Short Communication - Imaging in Medicine (2015) Volume 7, Issue 1
A feasibility study of tumour motion estimate with regional deformable registration method for 4-dimensional radiation therapy of lung cancerM Chao*, Asim Y Yuan, R Sheu, K Wang, KE Rosenzweig & Y Lo
Department of Radiation Oncology, Mount Sinai Medical Centre, New York
- Corresponding Author:
- M Chao
Department of Radiation Oncology
Mount Sinai Medical Centre, New York
E-mail: [email protected], [email protected]
Resection margin; surgical accuracy; navigation; patient-specific instruments
Ten patients with various tumour sizes and locations were retrospectively enrolled to assess the proposed technique. Estimating tumour excursion relies exclusively on the deformable registration accuracy. The lack of the ground truth makes objective assessment of the algorithm quite challenging. Commonly utilized evaluation techniques are visual inspection, digitally synthetic image experiments, and physical deformable phantoms [2,3]. We manually delineated the GTV on all slices of 4DCT to evaluate the calculation accuracy. With the multistage regional method better than 2 mm accuracy was achievable. The margin added to GTV impacts the algorithm reliability and accuracy, and is often chosen no smaller than 1.5cm. In the cases where tumour is small but immediately next to or attached to anatomy with good image contrast, the calculation could possibly be accomplished with relatively smaller margin. Computationally, the proposed approach improved efficiency by a factor of five compared to the whole image based calculation.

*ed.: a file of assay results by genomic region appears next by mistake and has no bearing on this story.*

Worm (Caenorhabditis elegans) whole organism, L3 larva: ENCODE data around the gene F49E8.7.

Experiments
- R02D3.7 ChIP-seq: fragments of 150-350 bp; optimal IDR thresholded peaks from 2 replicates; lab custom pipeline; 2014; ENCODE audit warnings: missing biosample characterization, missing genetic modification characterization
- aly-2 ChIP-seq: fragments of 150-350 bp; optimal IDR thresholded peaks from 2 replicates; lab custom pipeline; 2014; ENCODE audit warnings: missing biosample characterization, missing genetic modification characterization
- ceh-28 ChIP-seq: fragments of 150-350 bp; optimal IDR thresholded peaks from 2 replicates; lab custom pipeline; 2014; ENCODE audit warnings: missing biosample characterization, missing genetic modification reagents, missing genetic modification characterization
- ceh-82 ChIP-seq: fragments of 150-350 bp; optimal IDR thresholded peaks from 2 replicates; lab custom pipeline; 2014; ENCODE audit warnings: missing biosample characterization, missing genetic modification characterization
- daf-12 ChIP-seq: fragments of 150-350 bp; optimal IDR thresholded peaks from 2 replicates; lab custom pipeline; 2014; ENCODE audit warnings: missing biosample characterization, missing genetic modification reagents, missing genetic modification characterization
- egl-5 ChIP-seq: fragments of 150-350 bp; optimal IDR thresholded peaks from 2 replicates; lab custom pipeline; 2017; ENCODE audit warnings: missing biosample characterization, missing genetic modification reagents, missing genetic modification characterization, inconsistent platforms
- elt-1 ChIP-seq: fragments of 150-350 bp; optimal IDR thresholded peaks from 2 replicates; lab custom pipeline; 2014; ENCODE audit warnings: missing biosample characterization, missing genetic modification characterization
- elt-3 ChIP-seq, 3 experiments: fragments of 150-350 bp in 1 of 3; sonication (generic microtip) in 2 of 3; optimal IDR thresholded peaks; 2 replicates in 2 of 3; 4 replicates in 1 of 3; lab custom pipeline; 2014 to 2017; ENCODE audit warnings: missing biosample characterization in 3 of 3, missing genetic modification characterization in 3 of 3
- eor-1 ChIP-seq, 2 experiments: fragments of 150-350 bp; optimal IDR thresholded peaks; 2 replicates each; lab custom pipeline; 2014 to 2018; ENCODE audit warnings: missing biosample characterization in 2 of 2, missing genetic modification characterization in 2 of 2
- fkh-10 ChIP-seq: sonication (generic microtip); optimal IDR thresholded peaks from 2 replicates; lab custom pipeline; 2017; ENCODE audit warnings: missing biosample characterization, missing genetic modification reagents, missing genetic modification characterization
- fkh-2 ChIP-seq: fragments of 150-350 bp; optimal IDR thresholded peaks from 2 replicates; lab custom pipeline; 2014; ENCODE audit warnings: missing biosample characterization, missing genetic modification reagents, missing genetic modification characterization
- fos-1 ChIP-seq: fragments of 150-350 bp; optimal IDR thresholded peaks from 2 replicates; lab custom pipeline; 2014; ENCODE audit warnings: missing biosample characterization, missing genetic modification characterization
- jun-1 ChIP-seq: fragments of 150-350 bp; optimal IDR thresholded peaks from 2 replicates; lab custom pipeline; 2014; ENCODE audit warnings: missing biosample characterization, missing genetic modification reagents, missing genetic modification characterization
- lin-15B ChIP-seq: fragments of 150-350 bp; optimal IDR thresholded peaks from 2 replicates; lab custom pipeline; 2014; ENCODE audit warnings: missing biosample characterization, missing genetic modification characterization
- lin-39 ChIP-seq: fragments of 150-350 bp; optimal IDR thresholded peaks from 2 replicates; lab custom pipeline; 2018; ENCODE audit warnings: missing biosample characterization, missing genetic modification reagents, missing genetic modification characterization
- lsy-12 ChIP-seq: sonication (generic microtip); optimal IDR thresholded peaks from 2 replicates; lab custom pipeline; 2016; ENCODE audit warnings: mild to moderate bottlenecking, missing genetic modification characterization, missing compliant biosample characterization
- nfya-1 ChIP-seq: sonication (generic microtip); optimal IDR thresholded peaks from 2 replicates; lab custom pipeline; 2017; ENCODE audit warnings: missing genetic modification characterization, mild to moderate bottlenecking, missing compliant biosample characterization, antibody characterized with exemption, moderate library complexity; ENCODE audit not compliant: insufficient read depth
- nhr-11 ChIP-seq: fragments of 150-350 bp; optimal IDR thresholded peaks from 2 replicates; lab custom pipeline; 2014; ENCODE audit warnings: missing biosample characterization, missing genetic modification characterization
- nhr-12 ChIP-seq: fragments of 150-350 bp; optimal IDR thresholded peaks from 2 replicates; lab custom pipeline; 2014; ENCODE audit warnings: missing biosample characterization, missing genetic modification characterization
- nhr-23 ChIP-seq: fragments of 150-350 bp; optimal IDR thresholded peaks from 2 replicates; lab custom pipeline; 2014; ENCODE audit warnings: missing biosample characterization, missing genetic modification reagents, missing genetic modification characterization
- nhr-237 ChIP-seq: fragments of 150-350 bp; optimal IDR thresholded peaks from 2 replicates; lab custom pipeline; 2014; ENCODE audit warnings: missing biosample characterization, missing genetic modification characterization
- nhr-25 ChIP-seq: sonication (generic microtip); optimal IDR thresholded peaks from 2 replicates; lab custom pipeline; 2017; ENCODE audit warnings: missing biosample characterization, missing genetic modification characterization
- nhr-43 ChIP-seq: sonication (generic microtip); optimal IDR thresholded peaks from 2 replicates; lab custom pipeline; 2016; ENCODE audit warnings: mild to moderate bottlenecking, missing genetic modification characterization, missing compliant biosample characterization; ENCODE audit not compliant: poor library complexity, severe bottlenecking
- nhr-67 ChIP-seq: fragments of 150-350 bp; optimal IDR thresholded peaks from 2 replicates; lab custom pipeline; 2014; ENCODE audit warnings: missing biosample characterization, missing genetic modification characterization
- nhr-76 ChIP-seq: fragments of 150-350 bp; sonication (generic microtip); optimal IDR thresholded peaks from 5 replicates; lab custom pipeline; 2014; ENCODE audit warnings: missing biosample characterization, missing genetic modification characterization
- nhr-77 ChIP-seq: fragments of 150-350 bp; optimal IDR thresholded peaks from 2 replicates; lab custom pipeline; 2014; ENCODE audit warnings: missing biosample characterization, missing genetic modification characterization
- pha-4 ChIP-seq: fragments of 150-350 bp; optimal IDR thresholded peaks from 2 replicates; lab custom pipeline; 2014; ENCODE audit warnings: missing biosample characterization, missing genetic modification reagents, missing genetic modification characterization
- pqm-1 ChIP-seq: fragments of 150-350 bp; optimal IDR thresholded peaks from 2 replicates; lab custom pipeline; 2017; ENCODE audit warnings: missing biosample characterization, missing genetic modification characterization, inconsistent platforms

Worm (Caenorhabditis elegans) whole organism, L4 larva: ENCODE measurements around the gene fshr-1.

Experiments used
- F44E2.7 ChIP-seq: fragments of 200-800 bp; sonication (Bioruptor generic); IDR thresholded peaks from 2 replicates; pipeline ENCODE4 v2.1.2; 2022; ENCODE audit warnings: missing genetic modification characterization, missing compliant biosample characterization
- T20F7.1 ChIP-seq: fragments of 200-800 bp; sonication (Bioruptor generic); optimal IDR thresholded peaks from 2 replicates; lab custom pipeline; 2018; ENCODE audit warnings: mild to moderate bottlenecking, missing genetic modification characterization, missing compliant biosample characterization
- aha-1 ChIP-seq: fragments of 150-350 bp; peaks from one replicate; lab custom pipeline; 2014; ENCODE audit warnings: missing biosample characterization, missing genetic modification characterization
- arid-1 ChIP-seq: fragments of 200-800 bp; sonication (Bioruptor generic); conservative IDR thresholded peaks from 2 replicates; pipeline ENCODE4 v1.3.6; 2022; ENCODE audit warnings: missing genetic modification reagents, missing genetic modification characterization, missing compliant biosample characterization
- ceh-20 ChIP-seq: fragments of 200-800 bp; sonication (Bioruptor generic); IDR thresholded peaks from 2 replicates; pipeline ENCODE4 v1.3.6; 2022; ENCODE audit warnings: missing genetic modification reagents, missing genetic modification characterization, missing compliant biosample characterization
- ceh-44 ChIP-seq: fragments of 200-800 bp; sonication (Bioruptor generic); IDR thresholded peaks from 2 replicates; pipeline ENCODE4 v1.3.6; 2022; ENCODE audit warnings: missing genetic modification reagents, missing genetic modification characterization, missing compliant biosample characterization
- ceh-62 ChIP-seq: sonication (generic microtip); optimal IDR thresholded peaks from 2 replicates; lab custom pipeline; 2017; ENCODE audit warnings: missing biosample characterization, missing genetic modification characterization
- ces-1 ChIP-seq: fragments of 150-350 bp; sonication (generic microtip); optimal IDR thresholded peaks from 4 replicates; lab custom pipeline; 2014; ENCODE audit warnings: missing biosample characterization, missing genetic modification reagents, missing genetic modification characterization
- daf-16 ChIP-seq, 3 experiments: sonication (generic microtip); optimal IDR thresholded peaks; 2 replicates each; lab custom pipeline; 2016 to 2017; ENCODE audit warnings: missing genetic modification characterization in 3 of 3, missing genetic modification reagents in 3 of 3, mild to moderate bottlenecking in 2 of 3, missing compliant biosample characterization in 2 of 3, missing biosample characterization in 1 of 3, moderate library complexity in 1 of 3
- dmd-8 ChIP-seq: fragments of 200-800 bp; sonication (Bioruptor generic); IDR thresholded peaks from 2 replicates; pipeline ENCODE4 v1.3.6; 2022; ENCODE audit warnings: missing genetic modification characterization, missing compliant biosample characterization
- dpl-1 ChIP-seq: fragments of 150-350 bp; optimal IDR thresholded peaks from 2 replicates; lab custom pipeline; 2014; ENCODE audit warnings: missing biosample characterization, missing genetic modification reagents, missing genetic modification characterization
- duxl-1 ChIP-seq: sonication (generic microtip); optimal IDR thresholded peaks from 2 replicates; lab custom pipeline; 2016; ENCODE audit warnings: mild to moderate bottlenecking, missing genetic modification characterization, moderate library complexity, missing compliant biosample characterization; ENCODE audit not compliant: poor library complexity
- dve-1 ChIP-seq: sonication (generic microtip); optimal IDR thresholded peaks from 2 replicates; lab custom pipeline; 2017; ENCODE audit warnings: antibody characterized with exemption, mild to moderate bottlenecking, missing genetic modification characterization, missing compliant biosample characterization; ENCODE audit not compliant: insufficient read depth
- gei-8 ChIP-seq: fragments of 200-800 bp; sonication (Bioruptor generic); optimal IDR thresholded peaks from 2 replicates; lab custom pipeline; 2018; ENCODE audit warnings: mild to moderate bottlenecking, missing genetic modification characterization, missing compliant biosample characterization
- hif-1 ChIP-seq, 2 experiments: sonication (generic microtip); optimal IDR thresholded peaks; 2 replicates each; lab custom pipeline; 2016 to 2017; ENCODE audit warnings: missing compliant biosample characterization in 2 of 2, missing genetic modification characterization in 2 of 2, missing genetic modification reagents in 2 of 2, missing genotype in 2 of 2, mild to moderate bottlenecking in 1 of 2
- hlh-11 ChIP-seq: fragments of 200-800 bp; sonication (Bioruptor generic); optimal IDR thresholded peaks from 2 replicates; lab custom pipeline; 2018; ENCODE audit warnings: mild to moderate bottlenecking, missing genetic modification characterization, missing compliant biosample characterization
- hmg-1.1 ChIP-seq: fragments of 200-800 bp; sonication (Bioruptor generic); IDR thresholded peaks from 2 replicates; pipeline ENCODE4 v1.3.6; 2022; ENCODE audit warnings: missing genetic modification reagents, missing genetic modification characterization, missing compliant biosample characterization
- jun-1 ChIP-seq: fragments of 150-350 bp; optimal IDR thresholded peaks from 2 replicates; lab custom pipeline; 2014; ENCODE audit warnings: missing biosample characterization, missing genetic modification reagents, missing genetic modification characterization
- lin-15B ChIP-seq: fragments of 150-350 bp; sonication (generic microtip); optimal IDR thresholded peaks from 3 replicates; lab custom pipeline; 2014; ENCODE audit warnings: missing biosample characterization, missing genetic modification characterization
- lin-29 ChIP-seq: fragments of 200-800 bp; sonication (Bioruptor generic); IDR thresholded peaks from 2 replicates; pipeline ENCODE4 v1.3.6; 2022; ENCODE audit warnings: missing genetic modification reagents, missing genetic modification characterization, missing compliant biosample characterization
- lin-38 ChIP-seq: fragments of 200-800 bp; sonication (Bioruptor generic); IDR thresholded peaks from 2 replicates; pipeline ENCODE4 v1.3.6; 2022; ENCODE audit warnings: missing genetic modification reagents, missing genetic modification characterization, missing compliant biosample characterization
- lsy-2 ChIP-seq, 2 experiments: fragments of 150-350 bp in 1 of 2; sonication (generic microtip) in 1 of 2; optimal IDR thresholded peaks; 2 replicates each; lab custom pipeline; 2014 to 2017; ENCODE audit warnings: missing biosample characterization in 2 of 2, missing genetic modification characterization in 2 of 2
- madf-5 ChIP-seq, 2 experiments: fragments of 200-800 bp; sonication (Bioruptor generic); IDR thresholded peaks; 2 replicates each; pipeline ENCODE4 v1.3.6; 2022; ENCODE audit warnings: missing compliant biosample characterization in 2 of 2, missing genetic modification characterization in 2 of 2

Our study demonstrated that the information in the region of interest is sufficient to guide the deformable registration for the tumour motion estimation with high efficiency and clinically acceptable accuracy. Although only the motion magnitude is presented, it is not difficult to derive the three dimensional movements based upon the registration results. The motion obtained could benefit 4D treatment planning  and eventually mitigate the deleterious impact the mobile tumour motion can have on radiotherapy of thoracic and abdominal cancer.
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